Charles Dickens’s story of selfless Little Nell and her ailing grandfather and their persecution by the magnificently malignant villain Quilp has seized the imaginations and wrung the hearts of generations of readers.
Dickens’s talent was superabundant in every way: in his dramatic force and his massive productivity, in his almost surreal comic power, in his compassion and thirst for justice, and in the imaginative pressure he brought to bear on even the most incidental of his characters. The delightfully various figures in The Old Curiosity Shop range memorably from jaunty Dick Swiveller and his little half-starved Marchioness to the hard-hearted siblings Sampson and Sally Brass, jovial Mrs. Jarley, devoted Kit Nubbles, the hunchbacked Daniel Quilp, and, of course, tragic Little Nell herself. Dickens’s depiction of the fate of his main characters is famously harrowing and unfailingly suspenseful, but not the least of its charms is that it is embellished with a supporting cast of figures as grotesque and colorful as anything in the Old Curiosity Shop itself.
This edition reprints the original Everyman’s preface by G. K. Chesterton and features seventy-five illustrations by Cattermole and Phiz.
About Charles Dickens
Charles Dickens was born in a little house in Landport, Portsea, England, on February 7, 1812. The second of eight children, he grew up in a family frequently beset by financial insecurity. At age eleven, Dickens was taken out of school and sent to work in London backing warehouse, where his job was to paste labels on bottles for six shillings a week. His father John Dickens, was a warmhearted but improvident man. When he was condemned the Marshela Prison for unpaid debts, he unwisely agreed that Charles should stay in lodgings and continue working while the rest of the family joined him in jail. This three-month separation caused Charles much pain; his experiences as a child alone in a huge city–cold, isolated with barely enough to eat–haunted him for the rest of his life.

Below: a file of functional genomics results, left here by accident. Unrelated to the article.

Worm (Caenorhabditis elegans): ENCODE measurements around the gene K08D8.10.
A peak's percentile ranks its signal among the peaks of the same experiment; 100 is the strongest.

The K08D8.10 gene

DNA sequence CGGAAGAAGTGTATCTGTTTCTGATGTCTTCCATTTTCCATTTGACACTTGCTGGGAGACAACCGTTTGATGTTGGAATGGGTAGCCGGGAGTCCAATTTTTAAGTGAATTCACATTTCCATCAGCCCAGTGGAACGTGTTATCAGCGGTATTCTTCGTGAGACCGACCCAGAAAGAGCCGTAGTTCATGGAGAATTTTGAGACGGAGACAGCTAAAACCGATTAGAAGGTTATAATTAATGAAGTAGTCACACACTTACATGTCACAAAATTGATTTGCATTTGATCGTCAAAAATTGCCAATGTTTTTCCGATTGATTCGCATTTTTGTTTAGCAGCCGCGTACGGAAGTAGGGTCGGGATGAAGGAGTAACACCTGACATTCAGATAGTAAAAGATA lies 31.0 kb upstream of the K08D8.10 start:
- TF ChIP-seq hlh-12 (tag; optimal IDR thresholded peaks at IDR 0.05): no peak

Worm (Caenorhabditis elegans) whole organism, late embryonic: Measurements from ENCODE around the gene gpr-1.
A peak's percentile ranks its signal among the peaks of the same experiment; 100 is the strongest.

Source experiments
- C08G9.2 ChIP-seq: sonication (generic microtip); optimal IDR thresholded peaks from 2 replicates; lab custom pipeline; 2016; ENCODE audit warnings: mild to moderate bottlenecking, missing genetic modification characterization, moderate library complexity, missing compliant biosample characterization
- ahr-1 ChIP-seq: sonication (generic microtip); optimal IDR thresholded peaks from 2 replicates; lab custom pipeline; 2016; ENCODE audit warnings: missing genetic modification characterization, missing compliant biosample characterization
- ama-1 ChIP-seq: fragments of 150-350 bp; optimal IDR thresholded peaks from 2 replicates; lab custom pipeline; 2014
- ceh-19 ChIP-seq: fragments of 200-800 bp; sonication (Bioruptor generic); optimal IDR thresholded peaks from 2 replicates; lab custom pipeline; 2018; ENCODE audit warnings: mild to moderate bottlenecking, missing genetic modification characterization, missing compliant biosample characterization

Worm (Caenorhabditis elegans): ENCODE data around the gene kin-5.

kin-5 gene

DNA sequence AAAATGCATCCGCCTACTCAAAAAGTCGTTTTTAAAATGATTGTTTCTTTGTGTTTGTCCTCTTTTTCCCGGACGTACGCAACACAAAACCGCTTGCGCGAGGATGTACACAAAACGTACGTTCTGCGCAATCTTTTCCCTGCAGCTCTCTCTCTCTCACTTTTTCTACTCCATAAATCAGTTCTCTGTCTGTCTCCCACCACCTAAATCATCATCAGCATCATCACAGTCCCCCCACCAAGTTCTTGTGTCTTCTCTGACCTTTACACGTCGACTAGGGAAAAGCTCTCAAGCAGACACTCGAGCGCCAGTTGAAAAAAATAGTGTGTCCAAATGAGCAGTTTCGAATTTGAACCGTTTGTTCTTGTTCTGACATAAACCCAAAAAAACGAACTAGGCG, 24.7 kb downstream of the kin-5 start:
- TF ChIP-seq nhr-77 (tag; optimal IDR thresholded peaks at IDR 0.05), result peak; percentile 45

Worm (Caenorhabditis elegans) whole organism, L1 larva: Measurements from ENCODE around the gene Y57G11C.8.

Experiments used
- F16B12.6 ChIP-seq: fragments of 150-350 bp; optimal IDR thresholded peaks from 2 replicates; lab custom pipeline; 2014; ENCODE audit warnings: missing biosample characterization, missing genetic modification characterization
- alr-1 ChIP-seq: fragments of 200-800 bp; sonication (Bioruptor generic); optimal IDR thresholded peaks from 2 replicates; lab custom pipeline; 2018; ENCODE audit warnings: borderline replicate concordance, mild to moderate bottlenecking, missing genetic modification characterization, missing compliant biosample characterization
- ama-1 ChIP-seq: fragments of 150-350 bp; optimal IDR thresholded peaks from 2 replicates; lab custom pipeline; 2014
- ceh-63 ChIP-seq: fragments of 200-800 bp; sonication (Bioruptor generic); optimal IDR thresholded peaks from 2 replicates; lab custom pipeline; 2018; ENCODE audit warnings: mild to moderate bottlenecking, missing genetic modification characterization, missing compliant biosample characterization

When the family fortunes improved, Charles went back to school, after which he became an office boy, a freelance reporter and finally an author. With Pickwick Papers (1836-7) he achieved immediate fame; in a few years he was easily the post popular and respected writer of his time. It has been estimated that one out of every ten persons in Victorian England was a Dickens reader. Oliver Twist (1837), Nicholas Nickleby (1838-9) and The Old Curiosity Shop (1840-41) were huge successes. Martin Chuzzlewit (1843-4) was less so, but Dickens followed it with his unforgettable, A Christmas Carol (1843), Bleak House (1852-3), Hard Times (1854) and Little Dorrit (1855-7) reveal his deepening concern for the injustices of British Society. A Tale of Two Cities (1859), Great Expectations (1860-1) and Our Mutual Friend (1864-5) complete his major works.
Dickens's marriage to Catherine Hoggarth produced ten children but ended in separation in 1858. In that year he began a series of exhausting public readings; his health gradually declined. After putting in a full day's work at his home at Gads Hill, Kent on June 8, 1870, Dickens suffered a stroke, and he died the following day.